I Served in Vietnam. Here’s My Soundtrack.

Former WRVA News Anchor Paul Bottoms worked with Armed Forces Radio in Saigon.

“‘Vietnam.’ The word comes camouflaged in music. Rock ’n’ roll, soul, pop and country. For those who watched the war unfold on the evening news, the music of Vietnam blurred with the sounds rising from the streets of America during a time of momentous challenge and change. For those born after the last helicopters sank beneath the waves of the South China Sea, movies, documentaries and TV shows have repeatedly used music as a sonic background for depicting Vietnam as a tug of war between pro-war hawks and pro-peace doves. If you weren’t there, it’s possible to imagine this as so much postproduction editing, imposing a relationship between the sounds and the experience of the war. It can all feel a bit trite. Except — it’s true. More than any other American war, Vietnam had a soundtrack, and you listened to it whether you were marching in the jungle or in the streets. For the men and women like me who served in Southeast Asia, music was what inexorably linked us to ‘my generation.’ We sang along to the Beatles, Nancy Sinatra, Marty Robbins and the Temptations before we went to war, and we listened to them after we came back home. Music was more than just background for us. It was our lifeline, a link to our existence ‘back in the world,’ connecting us with the things that enabled us, as the Impressions urged us, to ‘keep on pushing.’ From the peaks of the Central Highlands and the rice paddies of the Mekong Delta to the ‘air-conditioned jungles’ of Danang and Long Binh (where I served as an information specialist in 1970-71), soldiers used music to build community, stay connected to the home front and hold on to the humanity the war was trying to take away. The hits were our hits: ‘I Feel-Like-I’m-Fixin’-to-Die Rag,’ ‘Fortunate Son‘ — and the song more than one Vietnam veteran has called ‘our national anthem,’ the Animals’ ‘We Gotta Get Out of This Place.’ And once we returned home, music became essential to our healing. Historians of the ’60s have recognized the importance of music as a lens for understanding movements, attitudes and opinions. For Vietnam veterans and those who listen to their stories, the iconic music of the 1960s and early ’70s provides access to a truer, deeper story of what Vietnam meant, and continues to mean. …”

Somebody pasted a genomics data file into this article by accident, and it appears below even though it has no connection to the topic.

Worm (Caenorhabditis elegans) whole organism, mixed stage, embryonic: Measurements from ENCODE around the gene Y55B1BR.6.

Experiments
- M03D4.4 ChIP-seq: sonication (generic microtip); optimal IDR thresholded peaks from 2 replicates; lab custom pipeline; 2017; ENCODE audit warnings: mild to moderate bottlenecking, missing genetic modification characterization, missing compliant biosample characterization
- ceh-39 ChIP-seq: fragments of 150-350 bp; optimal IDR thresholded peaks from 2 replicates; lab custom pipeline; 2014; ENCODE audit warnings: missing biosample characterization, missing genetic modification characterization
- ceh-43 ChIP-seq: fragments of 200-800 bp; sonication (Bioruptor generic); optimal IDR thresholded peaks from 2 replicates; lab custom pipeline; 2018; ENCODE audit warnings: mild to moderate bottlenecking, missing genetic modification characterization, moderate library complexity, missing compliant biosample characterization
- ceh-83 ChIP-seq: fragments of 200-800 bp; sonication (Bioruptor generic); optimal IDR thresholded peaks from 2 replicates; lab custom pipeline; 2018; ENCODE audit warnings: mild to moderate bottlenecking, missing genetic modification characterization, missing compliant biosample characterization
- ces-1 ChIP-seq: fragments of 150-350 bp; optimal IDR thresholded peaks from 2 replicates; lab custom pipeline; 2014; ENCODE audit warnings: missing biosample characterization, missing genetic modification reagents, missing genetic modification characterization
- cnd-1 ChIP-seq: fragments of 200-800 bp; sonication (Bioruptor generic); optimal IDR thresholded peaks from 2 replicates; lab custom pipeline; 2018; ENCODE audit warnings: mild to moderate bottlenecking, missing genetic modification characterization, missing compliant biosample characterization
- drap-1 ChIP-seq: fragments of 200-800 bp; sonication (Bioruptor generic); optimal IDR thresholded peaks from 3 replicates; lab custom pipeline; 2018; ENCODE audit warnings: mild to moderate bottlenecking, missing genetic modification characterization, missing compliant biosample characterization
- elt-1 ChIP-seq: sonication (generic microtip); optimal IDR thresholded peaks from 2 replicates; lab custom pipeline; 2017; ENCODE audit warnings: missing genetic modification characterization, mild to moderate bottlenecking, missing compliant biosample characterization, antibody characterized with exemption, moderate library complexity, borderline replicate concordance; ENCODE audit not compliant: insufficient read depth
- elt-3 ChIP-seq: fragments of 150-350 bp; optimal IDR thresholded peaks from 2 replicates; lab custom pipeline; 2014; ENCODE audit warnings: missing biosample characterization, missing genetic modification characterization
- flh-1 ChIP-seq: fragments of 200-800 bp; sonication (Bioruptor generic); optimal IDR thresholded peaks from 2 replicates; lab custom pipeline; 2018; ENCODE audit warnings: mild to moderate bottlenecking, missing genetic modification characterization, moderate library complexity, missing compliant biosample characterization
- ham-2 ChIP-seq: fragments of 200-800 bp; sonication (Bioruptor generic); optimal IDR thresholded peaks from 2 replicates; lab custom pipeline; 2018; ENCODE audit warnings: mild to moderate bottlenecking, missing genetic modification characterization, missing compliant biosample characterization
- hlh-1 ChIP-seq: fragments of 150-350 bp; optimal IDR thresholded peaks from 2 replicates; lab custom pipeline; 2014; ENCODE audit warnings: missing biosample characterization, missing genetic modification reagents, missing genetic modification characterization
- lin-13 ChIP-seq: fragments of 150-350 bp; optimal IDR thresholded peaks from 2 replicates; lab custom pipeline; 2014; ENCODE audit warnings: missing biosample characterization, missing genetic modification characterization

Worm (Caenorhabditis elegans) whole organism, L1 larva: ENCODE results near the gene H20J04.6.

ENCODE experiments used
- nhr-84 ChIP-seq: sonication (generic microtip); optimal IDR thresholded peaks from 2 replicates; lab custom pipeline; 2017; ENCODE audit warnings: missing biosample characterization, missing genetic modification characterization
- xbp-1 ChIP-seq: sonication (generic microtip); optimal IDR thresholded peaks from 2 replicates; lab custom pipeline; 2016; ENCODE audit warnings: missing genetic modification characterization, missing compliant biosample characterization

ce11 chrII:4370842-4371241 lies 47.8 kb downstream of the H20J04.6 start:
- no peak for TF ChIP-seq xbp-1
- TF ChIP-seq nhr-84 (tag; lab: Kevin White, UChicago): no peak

NY Times (Video)
W – Vietnam, American Forces Network

About 1960s: Days of Rage

Bill Davis - 1960s: Days of Rage
This entry was posted in Counterculture, Draft board, Ed Sanders, Grateful Dead, Music, Phil Ochs, Rolling Stones, Saigon, The Beatles, The Fugs, Vietnam War and tagged , , , , , , , , , , . Bookmark the permalink.

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